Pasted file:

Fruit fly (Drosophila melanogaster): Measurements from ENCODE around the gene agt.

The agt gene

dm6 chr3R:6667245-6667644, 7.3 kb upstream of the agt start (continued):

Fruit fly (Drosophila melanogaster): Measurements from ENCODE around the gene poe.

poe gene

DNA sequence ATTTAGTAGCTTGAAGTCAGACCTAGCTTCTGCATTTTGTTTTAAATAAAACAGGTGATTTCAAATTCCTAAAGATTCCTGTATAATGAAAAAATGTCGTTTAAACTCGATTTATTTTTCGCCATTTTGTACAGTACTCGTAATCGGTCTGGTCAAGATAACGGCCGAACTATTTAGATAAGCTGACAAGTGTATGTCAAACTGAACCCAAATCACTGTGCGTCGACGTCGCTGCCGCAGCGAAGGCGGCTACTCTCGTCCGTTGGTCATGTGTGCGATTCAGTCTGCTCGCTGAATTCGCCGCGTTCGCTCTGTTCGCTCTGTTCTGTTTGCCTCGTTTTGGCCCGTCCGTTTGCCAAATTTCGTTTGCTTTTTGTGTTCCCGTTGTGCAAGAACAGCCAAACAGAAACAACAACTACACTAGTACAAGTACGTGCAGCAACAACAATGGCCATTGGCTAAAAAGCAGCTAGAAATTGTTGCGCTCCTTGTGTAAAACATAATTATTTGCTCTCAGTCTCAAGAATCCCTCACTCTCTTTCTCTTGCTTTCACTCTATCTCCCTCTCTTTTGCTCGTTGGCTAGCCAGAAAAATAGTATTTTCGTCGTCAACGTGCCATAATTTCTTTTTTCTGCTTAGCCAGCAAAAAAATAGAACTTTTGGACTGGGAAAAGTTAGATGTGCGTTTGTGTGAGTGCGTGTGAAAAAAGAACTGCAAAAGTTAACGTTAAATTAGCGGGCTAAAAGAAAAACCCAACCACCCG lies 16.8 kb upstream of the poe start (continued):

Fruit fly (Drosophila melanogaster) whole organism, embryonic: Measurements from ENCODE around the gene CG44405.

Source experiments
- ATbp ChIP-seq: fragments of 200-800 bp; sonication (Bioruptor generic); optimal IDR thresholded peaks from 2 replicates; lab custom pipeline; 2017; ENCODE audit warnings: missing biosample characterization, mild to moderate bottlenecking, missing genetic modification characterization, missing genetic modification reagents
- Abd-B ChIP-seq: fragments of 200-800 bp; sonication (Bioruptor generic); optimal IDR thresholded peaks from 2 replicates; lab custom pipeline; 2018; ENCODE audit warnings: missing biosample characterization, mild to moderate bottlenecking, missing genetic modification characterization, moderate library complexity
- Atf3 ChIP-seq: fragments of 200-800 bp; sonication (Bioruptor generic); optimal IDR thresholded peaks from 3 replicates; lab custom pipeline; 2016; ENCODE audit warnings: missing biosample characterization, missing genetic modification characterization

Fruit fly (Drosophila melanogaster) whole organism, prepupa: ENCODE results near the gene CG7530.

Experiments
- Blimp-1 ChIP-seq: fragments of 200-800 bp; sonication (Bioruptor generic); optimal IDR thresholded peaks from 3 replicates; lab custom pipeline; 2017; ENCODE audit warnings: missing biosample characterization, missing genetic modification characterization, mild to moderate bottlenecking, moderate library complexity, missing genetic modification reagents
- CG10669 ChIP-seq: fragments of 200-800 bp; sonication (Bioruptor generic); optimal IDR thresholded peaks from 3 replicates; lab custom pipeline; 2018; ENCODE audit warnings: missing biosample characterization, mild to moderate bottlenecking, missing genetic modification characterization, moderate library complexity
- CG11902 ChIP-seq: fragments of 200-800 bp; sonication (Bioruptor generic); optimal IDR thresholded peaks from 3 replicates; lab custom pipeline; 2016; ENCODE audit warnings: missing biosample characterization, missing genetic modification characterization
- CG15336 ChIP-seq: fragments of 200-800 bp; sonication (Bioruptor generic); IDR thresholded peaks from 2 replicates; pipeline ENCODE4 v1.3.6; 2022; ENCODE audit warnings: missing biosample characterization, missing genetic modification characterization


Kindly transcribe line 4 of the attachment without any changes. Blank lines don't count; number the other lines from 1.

Fruit fly (Drosophila melanogaster): Measurements from ENCODE around the gene poe.